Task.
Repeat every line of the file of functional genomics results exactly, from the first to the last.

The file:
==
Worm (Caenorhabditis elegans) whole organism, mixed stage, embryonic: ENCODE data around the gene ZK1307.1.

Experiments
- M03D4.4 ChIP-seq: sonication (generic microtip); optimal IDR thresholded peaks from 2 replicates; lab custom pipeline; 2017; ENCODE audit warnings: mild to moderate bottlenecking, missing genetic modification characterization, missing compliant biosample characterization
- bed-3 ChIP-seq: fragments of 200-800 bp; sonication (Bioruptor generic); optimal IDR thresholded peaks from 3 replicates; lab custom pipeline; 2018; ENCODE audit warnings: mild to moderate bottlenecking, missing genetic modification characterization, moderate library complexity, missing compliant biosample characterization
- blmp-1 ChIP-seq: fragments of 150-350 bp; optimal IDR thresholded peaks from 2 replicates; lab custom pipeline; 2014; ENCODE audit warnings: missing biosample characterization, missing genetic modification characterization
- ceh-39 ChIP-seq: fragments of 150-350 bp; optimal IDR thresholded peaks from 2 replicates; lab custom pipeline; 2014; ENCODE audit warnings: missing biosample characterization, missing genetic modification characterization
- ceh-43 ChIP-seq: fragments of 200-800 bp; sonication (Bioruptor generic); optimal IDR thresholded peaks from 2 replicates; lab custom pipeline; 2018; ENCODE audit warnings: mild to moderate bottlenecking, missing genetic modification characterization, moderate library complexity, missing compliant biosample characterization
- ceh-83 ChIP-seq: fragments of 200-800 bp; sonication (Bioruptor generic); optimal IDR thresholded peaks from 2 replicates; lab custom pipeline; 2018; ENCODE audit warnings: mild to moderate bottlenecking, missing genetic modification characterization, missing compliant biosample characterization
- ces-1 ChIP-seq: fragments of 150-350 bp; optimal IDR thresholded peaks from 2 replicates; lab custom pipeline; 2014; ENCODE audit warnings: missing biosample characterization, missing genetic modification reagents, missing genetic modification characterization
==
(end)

Worm (Caenorhabditis elegans) whole organism, mixed stage, embryonic: ENCODE data around the gene ZK1307.1.

Experiments
- M03D4.4 ChIP-seq: sonication (generic microtip); optimal IDR thresholded peaks from 2 replicates; lab custom pipeline; 2017; ENCODE audit warnings: mild to moderate bottlenecking, missing genetic modification characterization, missing compliant biosample characterization
- bed-3 ChIP-seq: fragments of 200-800 bp; sonication (Bioruptor generic); optimal IDR thresholded peaks from 3 replicates; lab custom pipeline; 2018; ENCODE audit warnings: mild to moderate bottlenecking, missing genetic modification characterization, moderate library complexity, missing compliant biosample characterization
- blmp-1 ChIP-seq: fragments of 150-350 bp; optimal IDR thresholded peaks from 2 replicates; lab custom pipeline; 2014; ENCODE audit warnings: missing biosample characterization, missing genetic modification characterization
- ceh-39 ChIP-seq: fragments of 150-350 bp; optimal IDR thresholded peaks from 2 replicates; lab custom pipeline; 2014; ENCODE audit warnings: missing biosample characterization, missing genetic modification characterization
- ceh-43 ChIP-seq: fragments of 200-800 bp; sonication (Bioruptor generic); optimal IDR thresholded peaks from 2 replicates; lab custom pipeline; 2018; ENCODE audit warnings: mild to moderate bottlenecking, missing genetic modification characterization, moderate library complexity, missing compliant biosample characterization
- ceh-83 ChIP-seq: fragments of 200-800 bp; sonication (Bioruptor generic); optimal IDR thresholded peaks from 2 replicates; lab custom pipeline; 2018; ENCODE audit warnings: mild to moderate bottlenecking, missing genetic modification characterization, missing compliant biosample characterization
- ces-1 ChIP-seq: fragments of 150-350 bp; optimal IDR thresholded peaks from 2 replicates; lab custom pipeline; 2014; ENCODE audit warnings: missing biosample characterization, missing genetic modification reagents, missing genetic modification characterization